Read more here: more)

An overabundance of wild horses led the Yakima Nation Native American tribe in Washington to ask President Obama to lift the ban on slaughterhouses. In December, Interior Secretary Ken Salazar said he would tighten rules on wild-horse sales because many of the horses were being sold for slaughter.

Read more here:

Weekly newspaper editors' group seeks to recognize local political cartoonists

Does your weekly newspaper have a local political cartoonist that you would like to see receive national recognition? If so, then you might want to recommend that person to be mentioned in the July newsletter of the International Society of of Weekly Newspaper Editors.

Marcia Martinek, editor of the Herald Democrat in Leadville, Colo., is seeking examples of local political cartoons. She wants to know how papers found local cartoonists, where their ideas come from, how they have been received by readers, an example of a cartoon that was especially effective, and if possible, what they are paid. Martinek can be reached at

One example is a cartoon by Jim Turley of the weekly North Scott Press in Eldridge, Iowa, near the Quad Cities. Turley, who has worked for the paper for 15 years, drew this cartoon poking fun at a recent run-in local reporter Jeff Montgomery had with the school board, after the board publicly criticized the paper and Montgomery's coverage during a meeting. The North Scott Press is available by subscription only, but the web page can be viewed here.

Wednesday, June 05, 2013

Rural county's 'Arts and Ag Tour' is a hit, and the local paper covers it like the dew covers Dixie

Last year, a woman who moved from Atlanta to rural Hickman County, Tennessee, about 50 miles west of Nashville, had an idea: Set up an annual Arts and Ag tour to promote the county's many artists, artisans, crafters, musicians and specialty-crop farmers. The first one went well, and the second "was a rousing success, both for attracting visitors from in and out of the area and for vendors who offered local products for sale," reports Editor Brad Martin in the weekly Hickman County Times.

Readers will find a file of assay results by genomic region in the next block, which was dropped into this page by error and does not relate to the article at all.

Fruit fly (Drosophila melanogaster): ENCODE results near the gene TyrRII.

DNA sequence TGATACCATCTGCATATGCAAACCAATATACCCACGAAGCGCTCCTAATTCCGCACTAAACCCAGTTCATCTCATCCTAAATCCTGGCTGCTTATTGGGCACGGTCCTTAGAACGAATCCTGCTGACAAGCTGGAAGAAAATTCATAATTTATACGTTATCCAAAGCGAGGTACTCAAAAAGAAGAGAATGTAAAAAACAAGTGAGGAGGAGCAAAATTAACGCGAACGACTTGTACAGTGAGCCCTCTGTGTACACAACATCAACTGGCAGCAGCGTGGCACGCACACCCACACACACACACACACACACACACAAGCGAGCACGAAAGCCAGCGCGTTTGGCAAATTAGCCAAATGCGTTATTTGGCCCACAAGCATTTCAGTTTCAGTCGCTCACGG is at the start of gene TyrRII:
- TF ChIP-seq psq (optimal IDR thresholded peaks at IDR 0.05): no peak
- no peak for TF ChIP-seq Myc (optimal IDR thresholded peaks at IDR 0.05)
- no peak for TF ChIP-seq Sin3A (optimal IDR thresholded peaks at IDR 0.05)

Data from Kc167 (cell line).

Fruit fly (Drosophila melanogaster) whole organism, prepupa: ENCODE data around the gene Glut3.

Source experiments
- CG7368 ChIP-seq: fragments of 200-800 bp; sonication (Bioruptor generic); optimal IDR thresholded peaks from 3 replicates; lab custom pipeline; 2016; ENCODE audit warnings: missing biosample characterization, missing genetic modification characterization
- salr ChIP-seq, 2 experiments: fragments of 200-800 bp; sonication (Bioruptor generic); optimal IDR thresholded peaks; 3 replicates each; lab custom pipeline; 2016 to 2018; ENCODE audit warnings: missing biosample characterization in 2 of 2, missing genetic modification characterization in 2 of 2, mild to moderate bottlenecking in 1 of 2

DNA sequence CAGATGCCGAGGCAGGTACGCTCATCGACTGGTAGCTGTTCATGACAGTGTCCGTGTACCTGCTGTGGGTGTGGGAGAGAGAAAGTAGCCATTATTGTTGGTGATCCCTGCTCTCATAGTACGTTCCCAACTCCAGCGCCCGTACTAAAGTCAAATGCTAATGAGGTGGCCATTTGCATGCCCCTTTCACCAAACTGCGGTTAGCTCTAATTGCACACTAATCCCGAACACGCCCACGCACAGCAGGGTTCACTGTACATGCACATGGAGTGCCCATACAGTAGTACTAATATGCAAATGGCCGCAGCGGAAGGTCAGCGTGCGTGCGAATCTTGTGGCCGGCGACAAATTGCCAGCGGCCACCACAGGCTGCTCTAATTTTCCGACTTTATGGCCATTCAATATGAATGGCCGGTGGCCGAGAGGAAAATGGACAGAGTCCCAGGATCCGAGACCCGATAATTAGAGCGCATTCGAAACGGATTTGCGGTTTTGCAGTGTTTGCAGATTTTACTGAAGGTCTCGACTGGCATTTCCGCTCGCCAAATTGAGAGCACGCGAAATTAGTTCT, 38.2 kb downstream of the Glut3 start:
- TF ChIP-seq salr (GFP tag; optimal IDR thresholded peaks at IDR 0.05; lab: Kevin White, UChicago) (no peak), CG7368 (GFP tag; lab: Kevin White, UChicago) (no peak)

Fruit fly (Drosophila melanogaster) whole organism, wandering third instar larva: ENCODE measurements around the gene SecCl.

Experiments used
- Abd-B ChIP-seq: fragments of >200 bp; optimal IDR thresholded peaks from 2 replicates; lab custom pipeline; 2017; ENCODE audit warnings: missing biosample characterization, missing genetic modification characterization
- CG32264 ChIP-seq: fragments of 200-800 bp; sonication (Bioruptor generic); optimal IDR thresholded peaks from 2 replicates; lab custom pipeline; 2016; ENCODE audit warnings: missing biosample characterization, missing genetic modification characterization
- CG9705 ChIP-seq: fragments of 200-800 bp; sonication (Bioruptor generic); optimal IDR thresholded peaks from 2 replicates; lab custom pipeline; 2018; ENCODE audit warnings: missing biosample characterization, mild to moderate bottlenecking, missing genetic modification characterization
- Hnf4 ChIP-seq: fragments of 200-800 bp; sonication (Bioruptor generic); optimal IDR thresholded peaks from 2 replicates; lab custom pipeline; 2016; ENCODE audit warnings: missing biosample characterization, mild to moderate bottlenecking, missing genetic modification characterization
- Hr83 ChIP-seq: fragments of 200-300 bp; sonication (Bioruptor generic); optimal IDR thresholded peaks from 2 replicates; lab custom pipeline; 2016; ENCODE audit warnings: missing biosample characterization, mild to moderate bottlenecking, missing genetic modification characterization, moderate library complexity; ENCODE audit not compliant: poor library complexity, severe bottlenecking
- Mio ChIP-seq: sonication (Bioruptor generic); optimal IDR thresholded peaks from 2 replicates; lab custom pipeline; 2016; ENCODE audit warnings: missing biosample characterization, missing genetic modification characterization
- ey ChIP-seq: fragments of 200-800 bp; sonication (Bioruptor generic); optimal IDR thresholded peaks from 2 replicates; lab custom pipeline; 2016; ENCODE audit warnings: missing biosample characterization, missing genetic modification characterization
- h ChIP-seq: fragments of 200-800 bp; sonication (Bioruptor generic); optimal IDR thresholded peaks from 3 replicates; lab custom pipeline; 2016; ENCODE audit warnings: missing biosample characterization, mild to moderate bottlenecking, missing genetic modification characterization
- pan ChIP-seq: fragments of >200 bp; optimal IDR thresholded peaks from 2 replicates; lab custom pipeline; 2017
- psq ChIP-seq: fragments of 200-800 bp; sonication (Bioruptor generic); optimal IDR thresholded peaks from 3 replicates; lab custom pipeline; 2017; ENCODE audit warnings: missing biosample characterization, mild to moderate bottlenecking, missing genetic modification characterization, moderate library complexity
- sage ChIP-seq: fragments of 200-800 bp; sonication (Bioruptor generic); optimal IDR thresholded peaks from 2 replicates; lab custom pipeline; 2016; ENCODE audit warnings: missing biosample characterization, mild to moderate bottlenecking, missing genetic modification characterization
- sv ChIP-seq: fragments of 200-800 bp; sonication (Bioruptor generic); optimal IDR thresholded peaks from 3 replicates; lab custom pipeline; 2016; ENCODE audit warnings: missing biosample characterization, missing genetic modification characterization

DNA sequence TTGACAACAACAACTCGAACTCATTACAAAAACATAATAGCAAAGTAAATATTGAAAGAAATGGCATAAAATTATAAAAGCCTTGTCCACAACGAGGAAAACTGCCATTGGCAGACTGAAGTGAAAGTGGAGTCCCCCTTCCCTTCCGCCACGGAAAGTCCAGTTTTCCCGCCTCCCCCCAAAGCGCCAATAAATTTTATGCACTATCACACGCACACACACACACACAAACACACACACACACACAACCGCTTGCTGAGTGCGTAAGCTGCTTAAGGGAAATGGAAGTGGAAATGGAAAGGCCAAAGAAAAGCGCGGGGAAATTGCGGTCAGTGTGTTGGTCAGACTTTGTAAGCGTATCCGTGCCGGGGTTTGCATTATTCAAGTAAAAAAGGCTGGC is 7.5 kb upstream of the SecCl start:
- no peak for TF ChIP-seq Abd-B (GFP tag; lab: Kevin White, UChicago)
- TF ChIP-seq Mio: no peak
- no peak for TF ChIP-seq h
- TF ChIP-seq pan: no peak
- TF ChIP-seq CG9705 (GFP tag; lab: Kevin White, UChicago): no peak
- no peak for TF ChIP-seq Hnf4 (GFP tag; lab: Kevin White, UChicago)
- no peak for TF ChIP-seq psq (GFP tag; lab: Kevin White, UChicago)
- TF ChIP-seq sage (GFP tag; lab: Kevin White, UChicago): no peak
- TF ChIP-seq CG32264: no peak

The weekly paper went all-out to cover the event, scattering its photo and text coverage over 10 pages. The paper is not online, but you can see its Arts and Ag pages in an 8mb PDF on the Institute for Rural Journalism and Community Issues site, here. (For a larger version of this front-page centerpiece, click on it.)

"This is a classically rural event, because its underlying theme is people," Martin told the Institute in an email. "You can't punch your ticket at all 25 stops no matter how hard you try, because you will find something fascinating along the way and someone just as fascinating to tell you about it, be it beekeeping or bread-making, and you'll spend an hour without trying."

Politics of the next election push immigration debate to the right; it may be headed for the ditch

"I heard a lot of optimism from both sides on immigration reform. I’m hearing less lately, from either side," Ezra Klein writes on his Wonkblog for The Washington Post. "House Republicans tell me to expect a lengthy, ugly process that ends with something that is an immigration-reform bill, but that Democrats might not be willing to credit as being an immigration-reform bill."